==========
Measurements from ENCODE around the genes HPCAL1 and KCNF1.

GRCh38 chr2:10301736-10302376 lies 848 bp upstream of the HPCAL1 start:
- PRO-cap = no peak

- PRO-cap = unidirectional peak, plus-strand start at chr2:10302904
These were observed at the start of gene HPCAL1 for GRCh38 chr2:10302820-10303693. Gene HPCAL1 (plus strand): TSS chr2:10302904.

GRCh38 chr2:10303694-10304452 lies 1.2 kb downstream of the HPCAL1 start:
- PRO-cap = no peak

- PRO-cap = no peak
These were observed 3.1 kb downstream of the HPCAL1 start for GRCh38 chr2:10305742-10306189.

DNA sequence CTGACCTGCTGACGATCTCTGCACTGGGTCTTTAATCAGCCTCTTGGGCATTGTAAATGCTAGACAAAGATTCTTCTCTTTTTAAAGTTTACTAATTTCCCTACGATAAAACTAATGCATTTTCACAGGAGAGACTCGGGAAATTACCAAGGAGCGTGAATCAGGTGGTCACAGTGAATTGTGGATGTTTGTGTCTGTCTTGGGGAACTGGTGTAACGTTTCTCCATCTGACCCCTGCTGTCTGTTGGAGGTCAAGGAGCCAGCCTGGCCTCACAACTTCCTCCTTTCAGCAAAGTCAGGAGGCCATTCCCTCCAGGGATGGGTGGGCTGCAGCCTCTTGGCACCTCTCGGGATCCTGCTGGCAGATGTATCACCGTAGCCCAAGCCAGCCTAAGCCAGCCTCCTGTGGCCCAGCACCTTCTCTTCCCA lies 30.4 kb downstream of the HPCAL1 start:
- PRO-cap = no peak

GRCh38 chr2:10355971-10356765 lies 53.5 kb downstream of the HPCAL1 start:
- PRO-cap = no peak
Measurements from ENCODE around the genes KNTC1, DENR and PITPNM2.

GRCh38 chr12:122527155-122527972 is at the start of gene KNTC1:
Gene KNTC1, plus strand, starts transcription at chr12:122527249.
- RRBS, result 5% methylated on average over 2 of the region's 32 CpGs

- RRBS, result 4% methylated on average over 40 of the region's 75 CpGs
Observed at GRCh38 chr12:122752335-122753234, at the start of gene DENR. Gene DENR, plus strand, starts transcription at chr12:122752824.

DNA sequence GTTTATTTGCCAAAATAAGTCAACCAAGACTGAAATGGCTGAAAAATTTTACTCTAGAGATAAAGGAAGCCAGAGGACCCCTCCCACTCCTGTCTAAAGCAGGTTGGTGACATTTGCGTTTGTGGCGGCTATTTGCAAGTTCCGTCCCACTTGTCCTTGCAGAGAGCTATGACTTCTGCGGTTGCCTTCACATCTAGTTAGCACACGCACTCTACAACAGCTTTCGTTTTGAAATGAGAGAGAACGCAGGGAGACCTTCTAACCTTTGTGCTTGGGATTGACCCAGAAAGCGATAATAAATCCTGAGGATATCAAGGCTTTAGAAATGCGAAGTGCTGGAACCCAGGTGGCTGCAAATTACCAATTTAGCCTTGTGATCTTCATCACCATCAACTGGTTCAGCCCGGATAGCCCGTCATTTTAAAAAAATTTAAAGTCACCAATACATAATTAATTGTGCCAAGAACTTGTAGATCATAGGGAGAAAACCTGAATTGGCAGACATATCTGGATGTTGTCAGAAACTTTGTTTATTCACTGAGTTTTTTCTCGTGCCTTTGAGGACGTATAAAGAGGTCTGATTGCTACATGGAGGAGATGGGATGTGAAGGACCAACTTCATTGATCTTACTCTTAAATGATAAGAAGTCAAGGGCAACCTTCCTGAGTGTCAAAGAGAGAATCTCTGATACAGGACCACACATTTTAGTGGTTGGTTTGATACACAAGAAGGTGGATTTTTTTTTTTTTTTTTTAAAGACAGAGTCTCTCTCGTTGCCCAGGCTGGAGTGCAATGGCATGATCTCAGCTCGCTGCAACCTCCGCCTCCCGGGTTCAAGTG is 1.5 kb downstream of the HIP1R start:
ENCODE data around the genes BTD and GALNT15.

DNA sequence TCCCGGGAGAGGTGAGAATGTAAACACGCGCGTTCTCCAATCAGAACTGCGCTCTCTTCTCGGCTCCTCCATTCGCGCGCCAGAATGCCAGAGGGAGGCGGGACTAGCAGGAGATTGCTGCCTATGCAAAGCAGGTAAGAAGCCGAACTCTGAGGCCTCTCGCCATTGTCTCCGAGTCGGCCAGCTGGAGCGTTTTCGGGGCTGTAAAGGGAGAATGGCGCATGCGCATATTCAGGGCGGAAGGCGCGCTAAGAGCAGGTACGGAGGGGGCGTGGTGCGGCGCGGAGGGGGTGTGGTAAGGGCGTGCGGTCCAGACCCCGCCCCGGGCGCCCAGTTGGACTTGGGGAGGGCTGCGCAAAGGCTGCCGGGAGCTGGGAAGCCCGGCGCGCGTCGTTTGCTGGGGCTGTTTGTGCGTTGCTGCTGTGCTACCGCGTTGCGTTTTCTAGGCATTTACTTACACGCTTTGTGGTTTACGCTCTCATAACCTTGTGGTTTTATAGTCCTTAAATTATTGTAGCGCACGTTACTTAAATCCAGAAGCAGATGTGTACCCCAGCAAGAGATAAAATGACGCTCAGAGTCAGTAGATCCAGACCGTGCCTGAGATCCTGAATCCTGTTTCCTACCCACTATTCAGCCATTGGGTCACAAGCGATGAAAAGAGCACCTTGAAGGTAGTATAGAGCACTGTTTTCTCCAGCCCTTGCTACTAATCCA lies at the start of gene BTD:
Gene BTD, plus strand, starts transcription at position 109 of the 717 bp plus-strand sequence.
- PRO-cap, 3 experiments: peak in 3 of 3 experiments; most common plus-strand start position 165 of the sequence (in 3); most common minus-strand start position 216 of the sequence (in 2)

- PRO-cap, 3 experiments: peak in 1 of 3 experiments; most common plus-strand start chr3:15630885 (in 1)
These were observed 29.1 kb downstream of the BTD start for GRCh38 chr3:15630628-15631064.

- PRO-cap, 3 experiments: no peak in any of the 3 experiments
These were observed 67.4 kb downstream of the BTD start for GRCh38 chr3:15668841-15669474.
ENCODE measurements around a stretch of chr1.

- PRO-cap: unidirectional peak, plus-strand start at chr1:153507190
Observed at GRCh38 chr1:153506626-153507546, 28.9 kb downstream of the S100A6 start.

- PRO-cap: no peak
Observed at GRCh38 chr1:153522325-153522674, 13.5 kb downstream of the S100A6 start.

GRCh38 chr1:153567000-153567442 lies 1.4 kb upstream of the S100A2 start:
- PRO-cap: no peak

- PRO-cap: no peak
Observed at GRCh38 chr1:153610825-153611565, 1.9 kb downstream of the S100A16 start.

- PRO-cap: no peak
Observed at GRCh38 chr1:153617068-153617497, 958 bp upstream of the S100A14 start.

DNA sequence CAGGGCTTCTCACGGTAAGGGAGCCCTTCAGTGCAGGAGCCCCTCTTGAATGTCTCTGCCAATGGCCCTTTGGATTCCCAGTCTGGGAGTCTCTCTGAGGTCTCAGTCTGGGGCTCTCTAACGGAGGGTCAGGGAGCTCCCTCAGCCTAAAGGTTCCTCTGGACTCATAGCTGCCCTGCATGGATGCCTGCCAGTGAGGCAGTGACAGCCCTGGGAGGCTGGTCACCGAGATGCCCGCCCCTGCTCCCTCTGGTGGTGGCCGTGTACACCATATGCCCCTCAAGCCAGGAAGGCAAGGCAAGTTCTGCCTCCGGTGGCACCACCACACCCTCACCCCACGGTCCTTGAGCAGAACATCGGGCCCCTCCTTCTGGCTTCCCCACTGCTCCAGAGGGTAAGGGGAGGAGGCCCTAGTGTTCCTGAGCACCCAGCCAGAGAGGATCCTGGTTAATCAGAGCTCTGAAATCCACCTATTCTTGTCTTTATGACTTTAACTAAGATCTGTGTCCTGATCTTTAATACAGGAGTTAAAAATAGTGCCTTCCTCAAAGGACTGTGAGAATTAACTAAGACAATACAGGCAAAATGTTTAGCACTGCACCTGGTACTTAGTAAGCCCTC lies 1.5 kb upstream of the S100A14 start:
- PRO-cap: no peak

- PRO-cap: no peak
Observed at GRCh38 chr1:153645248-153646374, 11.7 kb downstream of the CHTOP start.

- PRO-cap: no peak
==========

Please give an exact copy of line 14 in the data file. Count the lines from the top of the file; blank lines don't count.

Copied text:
Measurements from ENCODE around the genes KNTC1, DENR and PITPNM2.